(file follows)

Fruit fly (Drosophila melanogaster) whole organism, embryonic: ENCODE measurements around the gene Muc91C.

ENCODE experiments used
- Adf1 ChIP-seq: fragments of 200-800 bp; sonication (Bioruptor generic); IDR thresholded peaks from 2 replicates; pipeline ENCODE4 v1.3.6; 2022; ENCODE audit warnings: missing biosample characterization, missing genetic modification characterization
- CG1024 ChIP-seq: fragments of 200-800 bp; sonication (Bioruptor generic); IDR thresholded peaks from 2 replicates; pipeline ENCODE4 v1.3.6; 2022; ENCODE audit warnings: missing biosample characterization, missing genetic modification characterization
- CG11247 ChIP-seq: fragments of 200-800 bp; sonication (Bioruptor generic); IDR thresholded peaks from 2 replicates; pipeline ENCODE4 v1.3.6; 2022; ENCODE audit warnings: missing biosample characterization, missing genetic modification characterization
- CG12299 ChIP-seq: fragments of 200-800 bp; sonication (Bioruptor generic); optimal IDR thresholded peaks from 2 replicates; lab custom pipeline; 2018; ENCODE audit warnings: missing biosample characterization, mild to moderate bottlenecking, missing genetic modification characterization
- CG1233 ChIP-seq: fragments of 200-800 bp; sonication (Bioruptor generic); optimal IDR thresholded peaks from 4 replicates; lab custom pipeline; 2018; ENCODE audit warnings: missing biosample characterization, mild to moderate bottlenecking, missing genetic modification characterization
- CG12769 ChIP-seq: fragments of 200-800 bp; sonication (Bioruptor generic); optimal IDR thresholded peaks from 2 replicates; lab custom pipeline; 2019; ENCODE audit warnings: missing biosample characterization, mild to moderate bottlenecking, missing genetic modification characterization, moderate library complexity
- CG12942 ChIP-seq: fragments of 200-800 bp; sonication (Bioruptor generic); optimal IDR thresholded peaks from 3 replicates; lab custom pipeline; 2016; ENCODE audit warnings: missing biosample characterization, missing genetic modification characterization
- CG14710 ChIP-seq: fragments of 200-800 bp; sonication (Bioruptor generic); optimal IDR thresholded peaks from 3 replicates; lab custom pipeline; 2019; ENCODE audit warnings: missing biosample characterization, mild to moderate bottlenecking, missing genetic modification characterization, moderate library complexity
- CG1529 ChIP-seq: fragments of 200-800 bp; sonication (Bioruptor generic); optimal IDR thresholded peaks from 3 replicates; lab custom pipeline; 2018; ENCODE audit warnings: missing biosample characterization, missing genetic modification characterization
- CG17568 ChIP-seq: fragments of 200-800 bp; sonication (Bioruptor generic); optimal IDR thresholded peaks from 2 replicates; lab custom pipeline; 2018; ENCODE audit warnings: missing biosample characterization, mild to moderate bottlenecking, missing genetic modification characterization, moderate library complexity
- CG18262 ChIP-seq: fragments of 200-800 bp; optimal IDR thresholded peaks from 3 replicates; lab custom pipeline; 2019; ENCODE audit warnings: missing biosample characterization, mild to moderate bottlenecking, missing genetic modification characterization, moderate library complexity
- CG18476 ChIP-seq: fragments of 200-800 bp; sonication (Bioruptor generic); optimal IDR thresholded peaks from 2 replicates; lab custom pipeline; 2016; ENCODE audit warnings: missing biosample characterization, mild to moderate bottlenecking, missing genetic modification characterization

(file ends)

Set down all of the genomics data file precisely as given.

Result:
Fruit fly (Drosophila melanogaster) whole organism, embryonic: ENCODE measurements around the gene Muc91C.

ENCODE experiments used
- Adf1 ChIP-seq: fragments of 200-800 bp; sonication (Bioruptor generic); IDR thresholded peaks from 2 replicates; pipeline ENCODE4 v1.3.6; 2022; ENCODE audit warnings: missing biosample characterization, missing genetic modification characterization
- CG1024 ChIP-seq: fragments of 200-800 bp; sonication (Bioruptor generic); IDR thresholded peaks from 2 replicates; pipeline ENCODE4 v1.3.6; 2022; ENCODE audit warnings: missing biosample characterization, missing genetic modification characterization
- CG11247 ChIP-seq: fragments of 200-800 bp; sonication (Bioruptor generic); IDR thresholded peaks from 2 replicates; pipeline ENCODE4 v1.3.6; 2022; ENCODE audit warnings: missing biosample characterization, missing genetic modification characterization
- CG12299 ChIP-seq: fragments of 200-800 bp; sonication (Bioruptor generic); optimal IDR thresholded peaks from 2 replicates; lab custom pipeline; 2018; ENCODE audit warnings: missing biosample characterization, mild to moderate bottlenecking, missing genetic modification characterization
- CG1233 ChIP-seq: fragments of 200-800 bp; sonication (Bioruptor generic); optimal IDR thresholded peaks from 4 replicates; lab custom pipeline; 2018; ENCODE audit warnings: missing biosample characterization, mild to moderate bottlenecking, missing genetic modification characterization
- CG12769 ChIP-seq: fragments of 200-800 bp; sonication (Bioruptor generic); optimal IDR thresholded peaks from 2 replicates; lab custom pipeline; 2019; ENCODE audit warnings: missing biosample characterization, mild to moderate bottlenecking, missing genetic modification characterization, moderate library complexity
- CG12942 ChIP-seq: fragments of 200-800 bp; sonication (Bioruptor generic); optimal IDR thresholded peaks from 3 replicates; lab custom pipeline; 2016; ENCODE audit warnings: missing biosample characterization, missing genetic modification characterization
- CG14710 ChIP-seq: fragments of 200-800 bp; sonication (Bioruptor generic); optimal IDR thresholded peaks from 3 replicates; lab custom pipeline; 2019; ENCODE audit warnings: missing biosample characterization, mild to moderate bottlenecking, missing genetic modification characterization, moderate library complexity
- CG1529 ChIP-seq: fragments of 200-800 bp; sonication (Bioruptor generic); optimal IDR thresholded peaks from 3 replicates; lab custom pipeline; 2018; ENCODE audit warnings: missing biosample characterization, missing genetic modification characterization
- CG17568 ChIP-seq: fragments of 200-800 bp; sonication (Bioruptor generic); optimal IDR thresholded peaks from 2 replicates; lab custom pipeline; 2018; ENCODE audit warnings: missing biosample characterization, mild to moderate bottlenecking, missing genetic modification characterization, moderate library complexity
- CG18262 ChIP-seq: fragments of 200-800 bp; optimal IDR thresholded peaks from 3 replicates; lab custom pipeline; 2019; ENCODE audit warnings: missing biosample characterization, mild to moderate bottlenecking, missing genetic modification characterization, moderate library complexity
- CG18476 ChIP-seq: fragments of 200-800 bp; sonication (Bioruptor generic); optimal IDR thresholded peaks from 2 replicates; lab custom pipeline; 2016; ENCODE audit warnings: missing biosample characterization, mild to moderate bottlenecking, missing genetic modification characterization